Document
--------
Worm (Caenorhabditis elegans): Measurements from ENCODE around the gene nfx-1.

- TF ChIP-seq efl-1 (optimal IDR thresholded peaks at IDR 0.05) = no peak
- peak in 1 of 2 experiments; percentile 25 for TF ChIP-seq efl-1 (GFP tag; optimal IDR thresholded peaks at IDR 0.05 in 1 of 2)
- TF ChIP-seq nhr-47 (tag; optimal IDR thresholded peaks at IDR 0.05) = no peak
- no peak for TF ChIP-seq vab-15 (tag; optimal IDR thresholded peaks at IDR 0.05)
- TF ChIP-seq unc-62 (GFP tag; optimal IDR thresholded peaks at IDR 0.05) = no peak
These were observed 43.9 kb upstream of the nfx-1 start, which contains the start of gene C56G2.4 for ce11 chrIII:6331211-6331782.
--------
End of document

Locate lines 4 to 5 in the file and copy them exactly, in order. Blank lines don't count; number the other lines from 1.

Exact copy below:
- TF ChIP-seq nhr-47 (tag; optimal IDR thresholded peaks at IDR 0.05) = no peak
- no peak for TF ChIP-seq vab-15 (tag; optimal IDR thresholded peaks at IDR 0.05)